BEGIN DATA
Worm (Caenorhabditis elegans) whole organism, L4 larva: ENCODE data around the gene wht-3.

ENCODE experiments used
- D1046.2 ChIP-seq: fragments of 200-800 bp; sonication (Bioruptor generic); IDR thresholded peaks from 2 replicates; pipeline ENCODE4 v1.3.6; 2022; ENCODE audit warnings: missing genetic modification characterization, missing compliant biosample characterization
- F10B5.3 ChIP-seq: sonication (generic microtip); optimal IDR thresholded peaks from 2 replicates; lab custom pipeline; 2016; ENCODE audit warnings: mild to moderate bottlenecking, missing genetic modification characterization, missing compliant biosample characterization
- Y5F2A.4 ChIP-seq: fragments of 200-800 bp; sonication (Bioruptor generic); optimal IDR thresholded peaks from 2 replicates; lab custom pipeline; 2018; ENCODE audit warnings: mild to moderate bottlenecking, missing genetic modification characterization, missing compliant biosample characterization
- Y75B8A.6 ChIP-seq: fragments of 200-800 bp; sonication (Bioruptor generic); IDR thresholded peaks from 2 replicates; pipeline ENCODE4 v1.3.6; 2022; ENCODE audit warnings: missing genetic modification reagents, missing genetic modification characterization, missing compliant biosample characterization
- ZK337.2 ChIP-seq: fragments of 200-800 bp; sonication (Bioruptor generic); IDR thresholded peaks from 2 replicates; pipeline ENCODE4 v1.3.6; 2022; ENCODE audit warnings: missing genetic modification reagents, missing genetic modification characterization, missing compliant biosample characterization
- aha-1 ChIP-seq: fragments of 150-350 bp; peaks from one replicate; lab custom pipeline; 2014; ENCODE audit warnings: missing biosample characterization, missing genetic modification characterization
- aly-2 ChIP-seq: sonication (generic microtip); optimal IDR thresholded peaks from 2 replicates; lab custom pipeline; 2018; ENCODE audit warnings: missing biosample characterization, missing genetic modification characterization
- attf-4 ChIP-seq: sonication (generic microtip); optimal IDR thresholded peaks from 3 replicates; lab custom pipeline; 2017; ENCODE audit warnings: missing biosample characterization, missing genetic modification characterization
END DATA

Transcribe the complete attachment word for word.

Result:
Worm (Caenorhabditis elegans) whole organism, L4 larva: ENCODE data around the gene wht-3.

ENCODE experiments used
- D1046.2 ChIP-seq: fragments of 200-800 bp; sonication (Bioruptor generic); IDR thresholded peaks from 2 replicates; pipeline ENCODE4 v1.3.6; 2022; ENCODE audit warnings: missing genetic modification characterization, missing compliant biosample characterization
- F10B5.3 ChIP-seq: sonication (generic microtip); optimal IDR thresholded peaks from 2 replicates; lab custom pipeline; 2016; ENCODE audit warnings: mild to moderate bottlenecking, missing genetic modification characterization, missing compliant biosample characterization
- Y5F2A.4 ChIP-seq: fragments of 200-800 bp; sonication (Bioruptor generic); optimal IDR thresholded peaks from 2 replicates; lab custom pipeline; 2018; ENCODE audit warnings: mild to moderate bottlenecking, missing genetic modification characterization, missing compliant biosample characterization
- Y75B8A.6 ChIP-seq: fragments of 200-800 bp; sonication (Bioruptor generic); IDR thresholded peaks from 2 replicates; pipeline ENCODE4 v1.3.6; 2022; ENCODE audit warnings: missing genetic modification reagents, missing genetic modification characterization, missing compliant biosample characterization
- ZK337.2 ChIP-seq: fragments of 200-800 bp; sonication (Bioruptor generic); IDR thresholded peaks from 2 replicates; pipeline ENCODE4 v1.3.6; 2022; ENCODE audit warnings: missing genetic modification reagents, missing genetic modification characterization, missing compliant biosample characterization
- aha-1 ChIP-seq: fragments of 150-350 bp; peaks from one replicate; lab custom pipeline; 2014; ENCODE audit warnings: missing biosample characterization, missing genetic modification characterization
- aly-2 ChIP-seq: sonication (generic microtip); optimal IDR thresholded peaks from 2 replicates; lab custom pipeline; 2018; ENCODE audit warnings: missing biosample characterization, missing genetic modification characterization
- attf-4 ChIP-seq: sonication (generic microtip); optimal IDR thresholded peaks from 3 replicates; lab custom pipeline; 2017; ENCODE audit warnings: missing biosample characterization, missing genetic modification characterization